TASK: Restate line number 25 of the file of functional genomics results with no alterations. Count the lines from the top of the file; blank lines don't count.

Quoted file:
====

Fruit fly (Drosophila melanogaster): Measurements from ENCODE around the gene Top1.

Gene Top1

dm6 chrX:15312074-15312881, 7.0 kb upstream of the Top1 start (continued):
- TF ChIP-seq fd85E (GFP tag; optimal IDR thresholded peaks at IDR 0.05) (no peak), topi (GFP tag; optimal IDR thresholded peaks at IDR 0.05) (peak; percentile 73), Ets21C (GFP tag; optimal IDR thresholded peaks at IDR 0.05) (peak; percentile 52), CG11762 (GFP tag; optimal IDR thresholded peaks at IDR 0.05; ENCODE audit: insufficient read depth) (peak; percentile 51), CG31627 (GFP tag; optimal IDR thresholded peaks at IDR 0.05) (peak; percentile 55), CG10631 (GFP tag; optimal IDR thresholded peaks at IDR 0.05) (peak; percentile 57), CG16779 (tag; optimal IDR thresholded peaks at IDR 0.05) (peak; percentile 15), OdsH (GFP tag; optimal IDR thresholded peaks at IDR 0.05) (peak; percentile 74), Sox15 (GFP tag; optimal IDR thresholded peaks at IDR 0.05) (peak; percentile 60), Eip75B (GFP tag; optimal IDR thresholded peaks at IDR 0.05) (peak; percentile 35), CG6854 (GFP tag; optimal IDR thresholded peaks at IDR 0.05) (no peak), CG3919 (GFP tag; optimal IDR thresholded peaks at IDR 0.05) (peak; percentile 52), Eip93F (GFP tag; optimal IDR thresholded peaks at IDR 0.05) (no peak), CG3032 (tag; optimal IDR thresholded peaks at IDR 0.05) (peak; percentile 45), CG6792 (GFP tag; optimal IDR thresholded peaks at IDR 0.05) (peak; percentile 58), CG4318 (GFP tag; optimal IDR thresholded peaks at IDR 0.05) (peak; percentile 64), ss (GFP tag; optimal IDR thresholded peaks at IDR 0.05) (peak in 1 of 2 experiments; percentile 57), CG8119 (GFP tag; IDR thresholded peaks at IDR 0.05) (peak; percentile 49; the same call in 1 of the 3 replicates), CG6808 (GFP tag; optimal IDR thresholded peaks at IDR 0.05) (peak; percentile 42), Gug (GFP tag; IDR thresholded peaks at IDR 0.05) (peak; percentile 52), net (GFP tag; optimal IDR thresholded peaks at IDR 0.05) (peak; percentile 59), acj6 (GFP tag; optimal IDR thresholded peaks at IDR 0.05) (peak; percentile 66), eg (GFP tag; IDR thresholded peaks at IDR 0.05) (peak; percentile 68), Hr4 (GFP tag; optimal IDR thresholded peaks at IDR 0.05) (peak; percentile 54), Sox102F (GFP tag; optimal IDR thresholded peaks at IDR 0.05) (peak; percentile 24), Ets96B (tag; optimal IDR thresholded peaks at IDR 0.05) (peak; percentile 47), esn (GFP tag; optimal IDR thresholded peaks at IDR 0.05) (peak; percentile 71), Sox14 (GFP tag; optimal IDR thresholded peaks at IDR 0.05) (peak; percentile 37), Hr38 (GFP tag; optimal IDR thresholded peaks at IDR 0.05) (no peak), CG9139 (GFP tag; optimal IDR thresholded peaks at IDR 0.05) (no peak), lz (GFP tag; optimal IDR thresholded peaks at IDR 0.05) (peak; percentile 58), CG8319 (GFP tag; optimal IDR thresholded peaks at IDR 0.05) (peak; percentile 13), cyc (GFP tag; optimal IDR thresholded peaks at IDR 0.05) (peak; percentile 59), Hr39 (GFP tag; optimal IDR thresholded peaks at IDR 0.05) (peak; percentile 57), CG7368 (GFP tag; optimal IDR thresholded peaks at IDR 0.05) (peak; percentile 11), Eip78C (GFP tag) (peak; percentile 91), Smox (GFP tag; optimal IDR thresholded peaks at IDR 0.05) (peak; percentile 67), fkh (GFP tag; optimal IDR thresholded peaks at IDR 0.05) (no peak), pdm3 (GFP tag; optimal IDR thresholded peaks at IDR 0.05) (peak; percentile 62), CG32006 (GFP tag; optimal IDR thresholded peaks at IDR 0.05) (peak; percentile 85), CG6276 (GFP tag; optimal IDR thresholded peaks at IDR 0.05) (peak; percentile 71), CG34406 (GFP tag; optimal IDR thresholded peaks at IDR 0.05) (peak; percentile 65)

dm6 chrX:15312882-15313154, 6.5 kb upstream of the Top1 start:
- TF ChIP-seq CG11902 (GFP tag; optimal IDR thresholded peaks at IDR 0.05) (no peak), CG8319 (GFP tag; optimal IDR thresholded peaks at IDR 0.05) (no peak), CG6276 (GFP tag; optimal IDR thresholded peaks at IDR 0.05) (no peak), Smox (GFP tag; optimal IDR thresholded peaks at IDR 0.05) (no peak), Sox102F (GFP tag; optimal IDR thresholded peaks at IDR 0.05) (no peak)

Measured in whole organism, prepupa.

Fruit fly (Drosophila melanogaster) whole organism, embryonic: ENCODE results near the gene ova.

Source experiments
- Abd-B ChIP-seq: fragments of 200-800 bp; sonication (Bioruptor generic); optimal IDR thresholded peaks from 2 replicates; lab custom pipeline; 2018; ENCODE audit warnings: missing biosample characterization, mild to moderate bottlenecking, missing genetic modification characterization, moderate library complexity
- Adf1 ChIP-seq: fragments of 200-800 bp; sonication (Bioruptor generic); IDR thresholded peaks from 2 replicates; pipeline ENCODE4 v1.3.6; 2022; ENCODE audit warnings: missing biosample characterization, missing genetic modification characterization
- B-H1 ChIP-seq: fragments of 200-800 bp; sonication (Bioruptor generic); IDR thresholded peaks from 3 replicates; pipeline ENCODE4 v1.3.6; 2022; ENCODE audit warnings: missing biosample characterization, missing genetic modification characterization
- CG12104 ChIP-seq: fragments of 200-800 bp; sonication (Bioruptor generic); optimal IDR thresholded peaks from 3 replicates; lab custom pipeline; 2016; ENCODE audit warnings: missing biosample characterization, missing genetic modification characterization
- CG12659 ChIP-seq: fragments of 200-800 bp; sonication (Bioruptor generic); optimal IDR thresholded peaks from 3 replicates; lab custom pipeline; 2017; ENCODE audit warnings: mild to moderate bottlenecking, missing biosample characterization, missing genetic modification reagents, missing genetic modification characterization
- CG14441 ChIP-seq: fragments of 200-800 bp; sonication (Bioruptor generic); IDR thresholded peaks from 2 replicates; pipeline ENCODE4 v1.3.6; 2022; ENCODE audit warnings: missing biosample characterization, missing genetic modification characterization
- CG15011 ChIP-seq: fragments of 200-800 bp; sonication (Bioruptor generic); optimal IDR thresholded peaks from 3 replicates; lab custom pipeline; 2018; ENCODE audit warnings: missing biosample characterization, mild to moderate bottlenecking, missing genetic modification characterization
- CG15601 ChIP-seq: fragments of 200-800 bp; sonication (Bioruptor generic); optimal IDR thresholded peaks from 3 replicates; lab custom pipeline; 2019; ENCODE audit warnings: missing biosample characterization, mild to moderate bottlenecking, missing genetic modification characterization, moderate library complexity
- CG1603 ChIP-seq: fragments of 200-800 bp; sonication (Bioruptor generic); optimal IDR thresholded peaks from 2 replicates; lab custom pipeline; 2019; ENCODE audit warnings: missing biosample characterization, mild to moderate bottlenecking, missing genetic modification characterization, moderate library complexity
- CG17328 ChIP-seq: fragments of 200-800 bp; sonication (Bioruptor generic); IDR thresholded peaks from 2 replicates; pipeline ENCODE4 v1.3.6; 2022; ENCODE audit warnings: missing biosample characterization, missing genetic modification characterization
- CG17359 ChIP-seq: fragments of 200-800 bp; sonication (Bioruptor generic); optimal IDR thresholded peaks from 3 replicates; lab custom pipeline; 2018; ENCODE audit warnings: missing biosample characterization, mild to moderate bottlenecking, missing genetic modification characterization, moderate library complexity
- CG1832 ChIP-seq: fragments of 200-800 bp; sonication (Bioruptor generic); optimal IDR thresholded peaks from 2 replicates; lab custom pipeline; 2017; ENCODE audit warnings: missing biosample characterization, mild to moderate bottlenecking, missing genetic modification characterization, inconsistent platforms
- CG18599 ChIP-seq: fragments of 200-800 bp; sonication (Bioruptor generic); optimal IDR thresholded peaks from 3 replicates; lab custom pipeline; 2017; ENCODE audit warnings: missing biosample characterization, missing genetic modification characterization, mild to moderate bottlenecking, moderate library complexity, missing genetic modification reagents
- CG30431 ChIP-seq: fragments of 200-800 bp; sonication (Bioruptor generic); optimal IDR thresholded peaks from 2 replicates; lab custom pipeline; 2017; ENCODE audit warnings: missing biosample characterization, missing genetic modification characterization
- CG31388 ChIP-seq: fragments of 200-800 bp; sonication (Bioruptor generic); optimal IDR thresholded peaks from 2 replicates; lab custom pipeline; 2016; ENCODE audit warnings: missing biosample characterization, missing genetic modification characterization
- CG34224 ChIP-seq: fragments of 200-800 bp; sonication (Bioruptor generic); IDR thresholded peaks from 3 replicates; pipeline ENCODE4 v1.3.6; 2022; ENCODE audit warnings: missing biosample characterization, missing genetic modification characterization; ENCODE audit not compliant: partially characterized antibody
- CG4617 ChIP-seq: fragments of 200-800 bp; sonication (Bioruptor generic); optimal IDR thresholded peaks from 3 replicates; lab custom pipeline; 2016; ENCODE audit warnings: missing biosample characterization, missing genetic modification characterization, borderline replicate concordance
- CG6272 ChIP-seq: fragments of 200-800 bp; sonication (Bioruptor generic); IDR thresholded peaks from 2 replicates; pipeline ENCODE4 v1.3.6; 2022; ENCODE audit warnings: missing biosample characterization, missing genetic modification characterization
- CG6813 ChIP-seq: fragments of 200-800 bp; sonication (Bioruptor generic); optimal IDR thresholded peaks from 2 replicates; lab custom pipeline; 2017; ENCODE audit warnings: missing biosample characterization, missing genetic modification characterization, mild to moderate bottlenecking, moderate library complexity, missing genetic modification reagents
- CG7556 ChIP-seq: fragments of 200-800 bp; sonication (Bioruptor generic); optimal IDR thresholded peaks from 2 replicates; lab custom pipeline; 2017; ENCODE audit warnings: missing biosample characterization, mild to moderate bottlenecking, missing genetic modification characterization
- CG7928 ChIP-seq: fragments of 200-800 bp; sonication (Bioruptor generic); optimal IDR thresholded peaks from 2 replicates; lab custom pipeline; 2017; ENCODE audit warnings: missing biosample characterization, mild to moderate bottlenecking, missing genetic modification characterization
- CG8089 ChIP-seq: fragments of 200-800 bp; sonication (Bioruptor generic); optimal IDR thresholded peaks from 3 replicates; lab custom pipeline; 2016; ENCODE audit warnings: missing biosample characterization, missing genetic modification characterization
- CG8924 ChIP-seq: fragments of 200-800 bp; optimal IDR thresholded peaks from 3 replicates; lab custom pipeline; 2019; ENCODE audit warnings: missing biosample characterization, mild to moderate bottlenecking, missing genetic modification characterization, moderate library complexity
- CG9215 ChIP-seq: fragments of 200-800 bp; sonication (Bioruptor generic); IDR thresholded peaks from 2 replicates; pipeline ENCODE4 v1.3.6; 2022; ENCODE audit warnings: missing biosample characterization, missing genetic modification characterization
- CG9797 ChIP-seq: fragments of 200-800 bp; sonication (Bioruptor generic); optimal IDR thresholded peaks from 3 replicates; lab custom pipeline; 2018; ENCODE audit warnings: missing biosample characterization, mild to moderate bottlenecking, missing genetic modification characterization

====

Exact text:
- CG34224 ChIP-seq: fragments of 200-800 bp; sonication (Bioruptor generic); IDR thresholded peaks from 3 replicates; pipeline ENCODE4 v1.3.6; 2022; ENCODE audit warnings: missing biosample characterization, missing genetic modification characterization; ENCODE audit not compliant: partially characterized antibody